• how will the additional wear and tear be accounted for

The recent disappearance of a self styled rent to rent property ‘guru’, including the disappearance of tenants’ deposits held, clearly shows that what sounds too good to be true often is.


By Judith Loeffler

Tax evasion


HMRC’s ‘Property Sales Campaign’  had given expat landlord until 6 September 2013 to bring their tax affairs in order. Expats who had recently sold an investment property in the UK but had not declared their capital gains tax liabilities will now face heavy consequences. HM Revenue & Customs has launched 40 specialist taskforces to target tax evasion by expats in the buy-to-let sector, according to The Overseas Guides Company.

In Yorkshire this has already led to 12 cases of landlords being criminally investigated. With expat landlords buying and selling large numbers of new developments especially in London it is little surprise that HMRC expects to recover £4m in unpaid tax from the South East region.

By Judith Loeffler

Wandsworth Logo


We keep getting more and more enquiries about specific requirements for licensed Houses of Multiple Occupation (HMOs). This depends on the council a property is located in though here’s a closer look at our home Borough of Wandsworth. As a reminder – if a property is occupied by 3 or more unrelated people it is classed as an HMO.  Only HMO’s with 5 or more occupiers who make up 2 or more households and 3 or more storeys  must be licensed. However, all HMOs, licensed or not, must be managed in line with the Management of Houses in Multiple Occupation (HMO) Regulation 2006. If you want to read more about it here’s a link to the full wording of the legislation.

Within Wandsworth Borough the most common licensed HMO categories buy to let landlords will encounter are Category A or Category F. Category A is houses or flats – meeting the licensed HMO criteria – occupied as individual rooms or bedsits and flatlets which are considered to have a number of rooms for exclusive occupation though not necessarily behind one door. There is usually some sharing of facilities e.g. kitchen, bathroom and / or toilet. Category F consist of buildings which by erection or conversion, comprise self-contained accommodation with one front door, usually accessed off a common area, and with no sharing of amenities.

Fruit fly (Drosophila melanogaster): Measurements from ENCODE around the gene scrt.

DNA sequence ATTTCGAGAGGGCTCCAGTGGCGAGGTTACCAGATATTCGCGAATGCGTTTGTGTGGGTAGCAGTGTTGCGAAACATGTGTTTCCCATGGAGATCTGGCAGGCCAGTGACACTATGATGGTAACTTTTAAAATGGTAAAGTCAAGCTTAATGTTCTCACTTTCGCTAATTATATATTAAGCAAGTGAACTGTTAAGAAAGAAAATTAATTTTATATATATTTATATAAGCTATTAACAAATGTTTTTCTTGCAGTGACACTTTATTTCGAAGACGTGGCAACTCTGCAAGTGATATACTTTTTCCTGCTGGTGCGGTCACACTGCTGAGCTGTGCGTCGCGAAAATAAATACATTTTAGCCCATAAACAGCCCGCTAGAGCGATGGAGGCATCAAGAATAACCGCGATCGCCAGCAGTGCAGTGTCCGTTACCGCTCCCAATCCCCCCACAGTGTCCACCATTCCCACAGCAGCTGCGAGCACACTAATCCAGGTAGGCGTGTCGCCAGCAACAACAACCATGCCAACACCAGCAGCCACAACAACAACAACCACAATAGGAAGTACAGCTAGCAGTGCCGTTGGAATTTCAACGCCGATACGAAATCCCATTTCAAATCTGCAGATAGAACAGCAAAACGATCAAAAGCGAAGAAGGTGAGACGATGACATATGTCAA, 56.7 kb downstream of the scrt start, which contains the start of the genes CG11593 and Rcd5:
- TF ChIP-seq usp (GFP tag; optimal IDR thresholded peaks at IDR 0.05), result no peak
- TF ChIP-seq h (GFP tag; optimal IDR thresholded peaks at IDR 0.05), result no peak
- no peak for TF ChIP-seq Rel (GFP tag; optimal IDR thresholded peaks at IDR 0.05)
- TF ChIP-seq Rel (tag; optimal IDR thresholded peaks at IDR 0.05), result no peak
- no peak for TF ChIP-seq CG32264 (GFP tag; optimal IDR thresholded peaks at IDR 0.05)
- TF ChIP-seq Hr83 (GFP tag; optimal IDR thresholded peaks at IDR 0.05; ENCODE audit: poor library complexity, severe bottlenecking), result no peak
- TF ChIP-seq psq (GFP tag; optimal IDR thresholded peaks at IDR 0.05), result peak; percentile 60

For any licensed HMOs within Wandsworth Borough the standards that need to be met refer to heating; facilities for the storage, preparation and cooking of food; sanitary conveniences and washing facilities; space standards; means of escape in case of fire and fire precautions and adherence to the principles of the Housing Health and Safety rating system. The detailed wording of the requirements can be obtained from us.

Fees for obtaining a license in Wandsworth Borough are dependent on the number of storeys in the property and whether the landlord is an accredited landlord but range from £1,020 for a first year license for a 2 storey property to £1,870 for a 5 storey property with re-licensing fees at about half of that.